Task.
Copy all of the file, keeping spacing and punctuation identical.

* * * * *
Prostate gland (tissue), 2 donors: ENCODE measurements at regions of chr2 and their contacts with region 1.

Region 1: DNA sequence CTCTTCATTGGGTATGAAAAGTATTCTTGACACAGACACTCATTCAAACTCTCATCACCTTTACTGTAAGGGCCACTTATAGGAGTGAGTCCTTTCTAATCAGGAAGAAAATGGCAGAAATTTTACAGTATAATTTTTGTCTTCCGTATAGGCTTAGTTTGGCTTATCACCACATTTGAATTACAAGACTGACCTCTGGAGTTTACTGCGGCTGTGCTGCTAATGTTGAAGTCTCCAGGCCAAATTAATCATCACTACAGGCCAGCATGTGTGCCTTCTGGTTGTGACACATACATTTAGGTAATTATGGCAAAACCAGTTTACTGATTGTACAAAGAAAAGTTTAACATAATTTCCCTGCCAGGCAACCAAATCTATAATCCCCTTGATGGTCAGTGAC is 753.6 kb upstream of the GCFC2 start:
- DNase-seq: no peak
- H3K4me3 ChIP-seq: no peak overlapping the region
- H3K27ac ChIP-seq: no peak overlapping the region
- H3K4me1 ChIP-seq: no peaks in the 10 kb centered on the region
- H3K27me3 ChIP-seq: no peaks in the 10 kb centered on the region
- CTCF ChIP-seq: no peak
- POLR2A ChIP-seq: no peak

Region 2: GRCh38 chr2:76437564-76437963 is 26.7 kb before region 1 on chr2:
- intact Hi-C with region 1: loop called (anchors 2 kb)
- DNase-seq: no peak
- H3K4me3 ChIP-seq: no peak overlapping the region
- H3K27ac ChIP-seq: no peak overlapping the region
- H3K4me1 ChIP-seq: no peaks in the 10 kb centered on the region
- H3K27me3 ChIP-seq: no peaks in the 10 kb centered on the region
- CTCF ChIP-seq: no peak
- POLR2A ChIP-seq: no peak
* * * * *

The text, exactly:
Prostate gland (tissue), 2 donors: ENCODE measurements at regions of chr2 and their contacts with region 1.

Region 1: DNA sequence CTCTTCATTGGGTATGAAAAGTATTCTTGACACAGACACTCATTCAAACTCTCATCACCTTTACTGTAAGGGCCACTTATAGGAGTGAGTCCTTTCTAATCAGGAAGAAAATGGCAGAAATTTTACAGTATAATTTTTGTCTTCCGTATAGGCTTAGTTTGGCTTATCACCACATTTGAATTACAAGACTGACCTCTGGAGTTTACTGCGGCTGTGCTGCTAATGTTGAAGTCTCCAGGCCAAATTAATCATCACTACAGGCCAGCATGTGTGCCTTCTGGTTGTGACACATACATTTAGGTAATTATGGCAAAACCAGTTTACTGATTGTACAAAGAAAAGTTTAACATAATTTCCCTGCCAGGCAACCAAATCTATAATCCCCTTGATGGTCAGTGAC is 753.6 kb upstream of the GCFC2 start:
- DNase-seq: no peak
- H3K4me3 ChIP-seq: no peak overlapping the region
- H3K27ac ChIP-seq: no peak overlapping the region
- H3K4me1 ChIP-seq: no peaks in the 10 kb centered on the region
- H3K27me3 ChIP-seq: no peaks in the 10 kb centered on the region
- CTCF ChIP-seq: no peak
- POLR2A ChIP-seq: no peak

Region 2: GRCh38 chr2:76437564-76437963 is 26.7 kb before region 1 on chr2:
- intact Hi-C with region 1: loop called (anchors 2 kb)
- DNase-seq: no peak
- H3K4me3 ChIP-seq: no peak overlapping the region
- H3K27ac ChIP-seq: no peak overlapping the region
- H3K4me1 ChIP-seq: no peaks in the 10 kb centered on the region
- H3K27me3 ChIP-seq: no peaks in the 10 kb centered on the region
- CTCF ChIP-seq: no peak
- POLR2A ChIP-seq: no peak